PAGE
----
For music fans who are particularly surprised by the last pair, it shouldn't come as much of a shock to those who have been paying attention. Hornsby and Skaggs have been friends since the late '90s, and actually have put out two records together: 2007's Ricky Skaggs & Bruce Hornsby, and the recently released Cluck Ol' Hen, a live album pairing the two with Skaggs's band Kentucky Thunder. The latter includes a grassed-up version of what is probably Hornsby's biggest hit, 1986's enduring piano-jam "The Way It Is." The new take on the tune is sure to put a smile on just about anyone's face, but it shouldn't be too shocking that this song melded so easily into an unexpected format.
"'The Way It Is' has been turned into rap songs forever," Hornsby points out. "Tupac Shakur, E-40, Snoop Dog, Mase, Akon...it's been reinvented for years. So it turns out to be a very natural bluegrass song," he explains, adding, "It never fails to jack up the people!
Hornsby himself believes that there shouldn't be anything shocking about, basically, anything he's chosen to do musically over the past 20 years (he himself cheerfully admits that the majority of his greatest work has been under the radar). "[There] are people who are fairly uninformed about what I do," he notes. "They know three or four or five hit songs on the radio of mine – which were all me playing piano along with a drum machine."
Some of these uninformed folks might fall under the banner of purists who raised a stink when Hornsby won a Grammy award in the Bluegrass category back in 1990. He'd been working with the Nitty Gritty Dirt Band at the time, collaborated with them for his song "The Valley Road" (which was included on the Dirt Band's Will The Circle Be Unbroken: Volume 2), and, in all, scored a fair win on the project. However, the massive success of his pop work had made its stamp.
Both Skaggs and Hornsby laugh when the long-ago kerfuffle is mentioned. "I think there’s a lot of purists in bluegrass," notes Skaggs, who himself has never been afraid over his career to take musical chances. "You know, I think a lot of them are getting to an age now where they’re tired of complaining after awhile; they’ve been complaining for 40 years. But there’s just new elements coming into bluegrass now..there are so many cool things happening"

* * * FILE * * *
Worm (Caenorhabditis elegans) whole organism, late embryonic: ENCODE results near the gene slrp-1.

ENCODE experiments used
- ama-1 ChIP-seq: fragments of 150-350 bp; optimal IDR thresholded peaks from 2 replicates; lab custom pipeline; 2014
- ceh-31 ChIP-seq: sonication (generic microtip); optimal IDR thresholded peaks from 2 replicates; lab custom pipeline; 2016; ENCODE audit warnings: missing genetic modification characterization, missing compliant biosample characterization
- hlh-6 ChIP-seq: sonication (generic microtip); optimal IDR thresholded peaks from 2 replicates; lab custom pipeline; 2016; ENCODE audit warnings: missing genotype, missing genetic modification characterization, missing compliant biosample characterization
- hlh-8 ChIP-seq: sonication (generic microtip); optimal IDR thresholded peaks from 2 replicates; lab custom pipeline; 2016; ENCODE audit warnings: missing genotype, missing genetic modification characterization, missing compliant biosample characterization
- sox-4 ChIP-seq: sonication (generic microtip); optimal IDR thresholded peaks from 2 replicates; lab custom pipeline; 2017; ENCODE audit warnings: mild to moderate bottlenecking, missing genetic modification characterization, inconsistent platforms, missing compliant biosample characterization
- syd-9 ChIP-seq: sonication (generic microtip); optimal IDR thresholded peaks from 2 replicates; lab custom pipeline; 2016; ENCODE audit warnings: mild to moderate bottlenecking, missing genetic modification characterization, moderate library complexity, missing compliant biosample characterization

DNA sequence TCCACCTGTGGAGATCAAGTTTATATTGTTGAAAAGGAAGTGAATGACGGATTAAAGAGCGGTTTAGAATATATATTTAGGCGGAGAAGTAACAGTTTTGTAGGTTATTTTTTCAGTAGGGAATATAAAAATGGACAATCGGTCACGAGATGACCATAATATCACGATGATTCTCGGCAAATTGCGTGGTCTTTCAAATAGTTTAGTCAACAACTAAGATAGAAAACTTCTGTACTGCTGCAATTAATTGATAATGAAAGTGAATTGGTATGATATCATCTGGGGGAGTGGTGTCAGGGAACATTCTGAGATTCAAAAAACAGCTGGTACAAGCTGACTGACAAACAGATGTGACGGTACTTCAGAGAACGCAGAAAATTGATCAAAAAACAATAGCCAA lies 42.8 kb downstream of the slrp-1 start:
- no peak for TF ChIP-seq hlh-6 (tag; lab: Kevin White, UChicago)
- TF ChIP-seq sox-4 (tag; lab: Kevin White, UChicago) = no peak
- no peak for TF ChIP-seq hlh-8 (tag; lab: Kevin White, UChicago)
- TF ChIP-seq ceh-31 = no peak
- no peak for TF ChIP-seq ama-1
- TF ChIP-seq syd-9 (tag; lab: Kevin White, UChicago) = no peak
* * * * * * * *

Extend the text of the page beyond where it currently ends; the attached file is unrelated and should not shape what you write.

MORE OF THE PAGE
"Ricky's caught flack for certain things he’s done," points out Hornsby. "And who's more of a flag-bearer of the traditions than him? So if he’s gonna catch it, I can’t feel so bad about it, because I'm the dilettante here, moving into this world. But at the same time, I’ve always loved the music and I’ve always felt a deep kinship with it. So this allows me to explore that end."
Suffice to say that bluegrass fans aren't complaining one bit anymore about Hornsby's inclusion in the genre. The pair's new, live album came about a full six years after their first studio release, mostly out of musical curiosity regarding their live shows over the years. "We recorded a lot of the shows, and I was really curious about it, because I had a great memory of the gigs," Hornsby explains. "So i listened to fully 14, 15 shows and started feeling 'Wow, this is special. This is even better than i thought.' So i compiled what i thought were the best takes...I sent them to Ricky and he said 'whoa, you’re right! This is no joke.' So it was a natural feeling to want to put it out"
At any rate, both musicians are excited about the new — and younger — audience they are reaching. "We’re loving the fact that the young ones are coming out and getting turned onto the music," Skaggs says. "What I'm finding more than really anything is that people are not so excited about country music as we hear it now in Nashville, the modern-day pop country. It's like bluegrass is the only saving grace that's around anymore. "
When asked if the pair plan to record yet another album (after all, it took them six years to follow up the first!) both musicians demur by noting it'll happen when and if it happens — and don't even think about trying to rush things. "I think when you have long careers, you find a way to retain your audience in the face of past history," Hornsby says. "I don’t think you can just make another record of playing the piano in the same way. I like to find a new place to go. A new take on something."
"I feel the same way," agrees Skaggs. "If it’s a cool idea musically, it just makes us both happy. You know, then let’s do it. If we can’t get excited about it, there’s no reason to go in the studio."
In the end, both players are making music for the purest reasons possible: "We just get along well," Skaggs says. "I think because we love music and we love performing for people and we love having this band driving us every night — just driving us to the walls."
- Arts & Entertainment
- Bruce Hornsby
- Ricky Skaggs